Dispatches From Within: There was everybody else, and then there was me
For M, and every other trans student, the daily roll call at the beginning of the class can feel like a punch in the gut.
“When I first started switching names, I didn't really mind my old name. It didn't really bother me, but now I hear it and it just doesn't match with who I am anymore,” explained M.
M has been transitioning for a few years now. And this is very common. The process of transitioning is a long and complicated one.
“I'm nonbinary so I wasn't exactly sure what I wanted to do like transition-wise right away. So, I mean, I kept things the same for a while, I had two feet of hair, I wore skirts and dresses and stuff like that,” said M.
About two years ago M decided to cut xer hair (M uses xe/xer/xerself pronouns) and that’s when things started to change. M noticed that people were treating xer differently. They didn’t want to be in group projects with xer, or just avoided xer altogether.
“I think once I looked more trans people started to treat me differently; it became a little bit more difficult for people to stomach when it wasn't something they could ignore. There was everybody else and then there was me,” explained M.
The latest research by the Centers for Disease Control and Prevention showed that LGBTQ+ students are at a higher risk of adverse mental health problems than their straight, cisgender counterparts. When looking specifically at transgender students, the gap widens. The Trevor Project, a worldwide nonprofit organization that advocates for the safety of LGTBQ+ youth, is reporting that in the past year one in three transgender youth reported attempting suicide, and almost one-third reported being a victim of sexual violence.
According to Casey Pick, senior fellow for advocacy and government affairs at the Trevor Project, for an LGBTQ+ youth, to have just one supporting adult in their lives reduces their odds of a suicide attempt by 40%. And this support can come in many different forms.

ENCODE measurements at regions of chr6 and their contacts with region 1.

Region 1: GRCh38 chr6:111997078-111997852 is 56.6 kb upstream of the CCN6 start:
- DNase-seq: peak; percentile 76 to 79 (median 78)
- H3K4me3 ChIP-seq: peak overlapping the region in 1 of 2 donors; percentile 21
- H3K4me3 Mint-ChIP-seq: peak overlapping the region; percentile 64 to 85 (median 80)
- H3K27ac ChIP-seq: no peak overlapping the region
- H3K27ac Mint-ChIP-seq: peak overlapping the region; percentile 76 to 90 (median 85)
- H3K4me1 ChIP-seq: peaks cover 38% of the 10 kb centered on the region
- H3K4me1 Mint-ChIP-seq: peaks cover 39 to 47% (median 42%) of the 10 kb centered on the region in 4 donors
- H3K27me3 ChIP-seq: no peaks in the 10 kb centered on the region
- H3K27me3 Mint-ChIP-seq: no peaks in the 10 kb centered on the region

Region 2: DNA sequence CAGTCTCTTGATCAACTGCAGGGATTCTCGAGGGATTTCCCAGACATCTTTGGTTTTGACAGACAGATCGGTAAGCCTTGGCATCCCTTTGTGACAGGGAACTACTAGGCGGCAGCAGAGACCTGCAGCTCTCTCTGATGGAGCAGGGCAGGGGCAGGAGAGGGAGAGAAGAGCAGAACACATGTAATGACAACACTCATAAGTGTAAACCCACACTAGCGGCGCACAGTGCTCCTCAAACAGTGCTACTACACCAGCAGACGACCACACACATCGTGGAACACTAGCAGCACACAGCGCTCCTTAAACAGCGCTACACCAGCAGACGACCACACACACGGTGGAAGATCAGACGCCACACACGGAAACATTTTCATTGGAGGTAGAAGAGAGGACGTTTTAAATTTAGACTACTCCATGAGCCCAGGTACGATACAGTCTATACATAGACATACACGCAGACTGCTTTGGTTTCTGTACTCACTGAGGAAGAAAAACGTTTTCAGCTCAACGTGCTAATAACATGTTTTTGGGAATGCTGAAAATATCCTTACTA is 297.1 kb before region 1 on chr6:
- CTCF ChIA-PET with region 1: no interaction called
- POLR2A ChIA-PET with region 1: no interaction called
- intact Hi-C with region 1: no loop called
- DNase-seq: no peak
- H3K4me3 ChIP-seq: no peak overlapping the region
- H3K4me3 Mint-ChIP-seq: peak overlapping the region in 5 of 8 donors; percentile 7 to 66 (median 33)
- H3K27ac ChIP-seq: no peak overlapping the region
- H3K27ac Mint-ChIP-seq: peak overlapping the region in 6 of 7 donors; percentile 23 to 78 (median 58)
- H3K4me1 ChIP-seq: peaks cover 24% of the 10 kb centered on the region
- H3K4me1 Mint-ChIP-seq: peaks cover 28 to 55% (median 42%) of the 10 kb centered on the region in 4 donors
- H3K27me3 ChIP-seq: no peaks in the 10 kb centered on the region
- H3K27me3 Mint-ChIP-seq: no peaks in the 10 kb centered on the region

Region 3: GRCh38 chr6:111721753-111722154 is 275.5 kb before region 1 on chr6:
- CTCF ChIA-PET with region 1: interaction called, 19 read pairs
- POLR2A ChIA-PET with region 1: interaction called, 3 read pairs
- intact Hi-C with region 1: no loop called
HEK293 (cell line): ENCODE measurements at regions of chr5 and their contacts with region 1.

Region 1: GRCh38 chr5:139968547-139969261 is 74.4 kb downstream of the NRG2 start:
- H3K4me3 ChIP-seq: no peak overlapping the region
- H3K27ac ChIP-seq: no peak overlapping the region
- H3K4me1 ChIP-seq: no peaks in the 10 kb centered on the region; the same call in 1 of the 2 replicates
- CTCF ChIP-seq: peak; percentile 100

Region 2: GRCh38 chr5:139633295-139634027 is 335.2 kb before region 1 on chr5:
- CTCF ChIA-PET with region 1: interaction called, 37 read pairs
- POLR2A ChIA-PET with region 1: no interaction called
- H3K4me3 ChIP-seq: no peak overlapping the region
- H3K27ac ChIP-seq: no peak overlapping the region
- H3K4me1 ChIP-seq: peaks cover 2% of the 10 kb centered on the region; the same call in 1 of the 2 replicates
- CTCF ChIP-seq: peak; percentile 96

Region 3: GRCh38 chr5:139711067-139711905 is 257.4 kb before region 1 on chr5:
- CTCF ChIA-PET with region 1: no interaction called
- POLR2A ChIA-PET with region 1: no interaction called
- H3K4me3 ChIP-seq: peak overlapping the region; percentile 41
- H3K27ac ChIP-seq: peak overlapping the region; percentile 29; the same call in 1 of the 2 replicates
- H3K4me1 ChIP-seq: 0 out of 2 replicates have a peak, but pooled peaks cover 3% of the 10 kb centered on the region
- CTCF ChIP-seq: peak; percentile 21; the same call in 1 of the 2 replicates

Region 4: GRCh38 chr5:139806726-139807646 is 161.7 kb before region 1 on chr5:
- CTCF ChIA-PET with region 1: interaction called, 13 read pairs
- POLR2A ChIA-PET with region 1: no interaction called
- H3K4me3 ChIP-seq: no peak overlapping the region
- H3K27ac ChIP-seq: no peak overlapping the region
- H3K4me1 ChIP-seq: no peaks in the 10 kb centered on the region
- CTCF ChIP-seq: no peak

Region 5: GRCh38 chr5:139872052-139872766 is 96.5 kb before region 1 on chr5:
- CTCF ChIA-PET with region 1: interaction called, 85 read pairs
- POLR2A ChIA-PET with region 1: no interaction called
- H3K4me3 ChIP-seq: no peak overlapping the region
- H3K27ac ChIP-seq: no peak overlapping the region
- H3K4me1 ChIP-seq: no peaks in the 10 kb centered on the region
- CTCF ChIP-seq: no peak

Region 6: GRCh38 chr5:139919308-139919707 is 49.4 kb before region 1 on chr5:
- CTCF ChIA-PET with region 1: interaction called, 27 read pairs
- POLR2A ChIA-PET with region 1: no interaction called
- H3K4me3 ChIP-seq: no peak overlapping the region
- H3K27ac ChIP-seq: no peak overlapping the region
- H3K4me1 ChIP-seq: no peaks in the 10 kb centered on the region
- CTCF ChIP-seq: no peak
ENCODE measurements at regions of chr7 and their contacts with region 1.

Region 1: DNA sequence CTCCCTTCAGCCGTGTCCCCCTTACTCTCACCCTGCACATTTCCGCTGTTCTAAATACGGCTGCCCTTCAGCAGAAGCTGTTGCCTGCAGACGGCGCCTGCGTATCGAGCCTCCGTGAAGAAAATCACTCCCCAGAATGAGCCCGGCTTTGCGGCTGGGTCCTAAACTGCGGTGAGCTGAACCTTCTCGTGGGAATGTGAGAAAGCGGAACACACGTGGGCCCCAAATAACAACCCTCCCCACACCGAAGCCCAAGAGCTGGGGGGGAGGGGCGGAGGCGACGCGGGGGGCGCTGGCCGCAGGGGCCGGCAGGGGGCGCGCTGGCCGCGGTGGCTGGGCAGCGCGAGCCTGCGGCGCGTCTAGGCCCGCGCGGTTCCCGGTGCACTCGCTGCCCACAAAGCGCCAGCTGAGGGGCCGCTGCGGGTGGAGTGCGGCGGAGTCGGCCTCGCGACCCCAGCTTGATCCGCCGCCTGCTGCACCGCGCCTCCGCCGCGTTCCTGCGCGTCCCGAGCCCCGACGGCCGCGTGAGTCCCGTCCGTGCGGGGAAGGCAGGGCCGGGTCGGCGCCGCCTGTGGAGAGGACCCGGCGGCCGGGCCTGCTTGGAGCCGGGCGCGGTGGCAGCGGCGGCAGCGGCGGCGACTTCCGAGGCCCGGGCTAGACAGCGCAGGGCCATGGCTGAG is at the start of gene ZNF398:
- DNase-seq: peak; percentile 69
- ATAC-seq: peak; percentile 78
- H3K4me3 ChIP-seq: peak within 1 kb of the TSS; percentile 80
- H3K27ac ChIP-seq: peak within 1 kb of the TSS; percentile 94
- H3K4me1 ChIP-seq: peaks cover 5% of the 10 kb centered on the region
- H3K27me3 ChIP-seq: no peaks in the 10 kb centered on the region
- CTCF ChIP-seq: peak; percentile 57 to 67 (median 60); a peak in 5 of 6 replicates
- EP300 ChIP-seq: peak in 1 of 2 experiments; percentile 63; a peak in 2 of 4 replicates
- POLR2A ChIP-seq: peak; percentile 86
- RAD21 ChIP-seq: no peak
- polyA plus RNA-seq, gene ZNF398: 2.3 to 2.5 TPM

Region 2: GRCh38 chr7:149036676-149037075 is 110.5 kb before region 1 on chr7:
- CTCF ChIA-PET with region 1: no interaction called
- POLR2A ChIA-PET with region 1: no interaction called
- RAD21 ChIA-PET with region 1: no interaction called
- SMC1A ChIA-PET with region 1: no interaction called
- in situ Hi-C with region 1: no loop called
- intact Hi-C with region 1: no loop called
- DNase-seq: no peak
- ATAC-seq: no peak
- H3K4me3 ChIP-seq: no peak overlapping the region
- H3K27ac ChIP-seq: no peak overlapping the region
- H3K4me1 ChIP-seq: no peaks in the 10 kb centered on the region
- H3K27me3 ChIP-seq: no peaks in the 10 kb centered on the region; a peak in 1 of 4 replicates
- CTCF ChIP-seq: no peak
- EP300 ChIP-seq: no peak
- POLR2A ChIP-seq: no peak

“We've seen some adults that will start with the introduction and mention their pronouns. I've seen some teachers that will include a small rainbow flag somewhere in their classroom, or a sticker on the door that says safe space. So there are lots of different ways to signal that," says Pick.
But I find that the most effective way to really communicate to young people that I am a safe and welcoming person is to make sure that I say things that are clear to that effect.
"Introducing my class as being this is a safe space where we respect everybody's differences, and that we embrace all kinds of families, just putting it out there, there's no reason not to,” explains Pick.
For M, that support would come in the way of people addressing xer the way M identifies.
“I think it would be really really great if there was some sort of like general education about nonbinary people and neopronouns that I could introduce myself, say my name, say that I use these xe/xer/xerself and all of that. And people would know what it meant and I could be done with just those two sentences, instead of having to go through the whole explanation of the history of neopronouns and like, where they come from and why they're not grammatically incorrect,” explains M.
While research has shown that LGBTQ+ inclusive curriculums at schools have a positive impact on the lives of students, as of right now, only six states in the country have implemented them.
North Carolina is not one of them.